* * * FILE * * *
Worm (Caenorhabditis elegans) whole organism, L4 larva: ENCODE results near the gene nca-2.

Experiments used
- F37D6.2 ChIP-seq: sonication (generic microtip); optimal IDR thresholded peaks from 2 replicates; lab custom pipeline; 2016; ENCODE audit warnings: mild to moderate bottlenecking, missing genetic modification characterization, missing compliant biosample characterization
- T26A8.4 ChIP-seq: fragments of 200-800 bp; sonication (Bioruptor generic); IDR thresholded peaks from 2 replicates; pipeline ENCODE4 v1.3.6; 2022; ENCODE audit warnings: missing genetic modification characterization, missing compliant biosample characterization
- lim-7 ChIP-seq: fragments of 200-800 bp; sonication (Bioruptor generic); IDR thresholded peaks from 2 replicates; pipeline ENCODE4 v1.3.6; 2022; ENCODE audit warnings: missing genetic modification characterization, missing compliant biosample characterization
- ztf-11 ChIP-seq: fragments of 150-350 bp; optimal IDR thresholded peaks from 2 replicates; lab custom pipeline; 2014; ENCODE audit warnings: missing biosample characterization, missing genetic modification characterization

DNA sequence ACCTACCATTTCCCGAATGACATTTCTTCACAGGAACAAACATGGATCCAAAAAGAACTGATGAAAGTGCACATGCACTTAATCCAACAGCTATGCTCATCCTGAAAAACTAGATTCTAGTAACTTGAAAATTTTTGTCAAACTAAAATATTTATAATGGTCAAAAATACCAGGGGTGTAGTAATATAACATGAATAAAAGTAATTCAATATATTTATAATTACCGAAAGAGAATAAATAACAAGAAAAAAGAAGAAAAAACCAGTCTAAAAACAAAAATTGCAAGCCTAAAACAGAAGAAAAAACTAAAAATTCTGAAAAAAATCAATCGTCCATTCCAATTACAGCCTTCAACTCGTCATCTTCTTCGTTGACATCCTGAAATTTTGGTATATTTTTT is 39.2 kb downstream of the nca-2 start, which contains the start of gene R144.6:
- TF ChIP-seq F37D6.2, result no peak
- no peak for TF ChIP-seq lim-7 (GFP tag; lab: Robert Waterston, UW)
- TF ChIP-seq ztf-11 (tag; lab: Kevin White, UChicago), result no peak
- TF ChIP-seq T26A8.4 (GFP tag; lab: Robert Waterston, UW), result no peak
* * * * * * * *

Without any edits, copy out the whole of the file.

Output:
Worm (Caenorhabditis elegans) whole organism, L4 larva: ENCODE results near the gene nca-2.

Experiments used
- F37D6.2 ChIP-seq: sonication (generic microtip); optimal IDR thresholded peaks from 2 replicates; lab custom pipeline; 2016; ENCODE audit warnings: mild to moderate bottlenecking, missing genetic modification characterization, missing compliant biosample characterization
- T26A8.4 ChIP-seq: fragments of 200-800 bp; sonication (Bioruptor generic); IDR thresholded peaks from 2 replicates; pipeline ENCODE4 v1.3.6; 2022; ENCODE audit warnings: missing genetic modification characterization, missing compliant biosample characterization
- lim-7 ChIP-seq: fragments of 200-800 bp; sonication (Bioruptor generic); IDR thresholded peaks from 2 replicates; pipeline ENCODE4 v1.3.6; 2022; ENCODE audit warnings: missing genetic modification characterization, missing compliant biosample characterization
- ztf-11 ChIP-seq: fragments of 150-350 bp; optimal IDR thresholded peaks from 2 replicates; lab custom pipeline; 2014; ENCODE audit warnings: missing biosample characterization, missing genetic modification characterization

DNA sequence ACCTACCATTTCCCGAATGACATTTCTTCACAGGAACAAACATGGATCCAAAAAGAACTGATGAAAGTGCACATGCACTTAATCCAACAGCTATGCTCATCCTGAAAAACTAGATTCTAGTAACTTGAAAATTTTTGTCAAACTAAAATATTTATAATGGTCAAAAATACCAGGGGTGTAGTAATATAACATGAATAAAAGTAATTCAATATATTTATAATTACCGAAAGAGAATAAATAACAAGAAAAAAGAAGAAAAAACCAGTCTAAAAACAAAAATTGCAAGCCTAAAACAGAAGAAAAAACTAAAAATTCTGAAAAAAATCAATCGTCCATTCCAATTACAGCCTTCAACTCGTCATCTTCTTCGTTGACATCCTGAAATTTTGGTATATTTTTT is 39.2 kb downstream of the nca-2 start, which contains the start of gene R144.6:
- TF ChIP-seq F37D6.2, result no peak
- no peak for TF ChIP-seq lim-7 (GFP tag; lab: Robert Waterston, UW)
- TF ChIP-seq ztf-11 (tag; lab: Kevin White, UChicago), result no peak
- TF ChIP-seq T26A8.4 (GFP tag; lab: Robert Waterston, UW), result no peak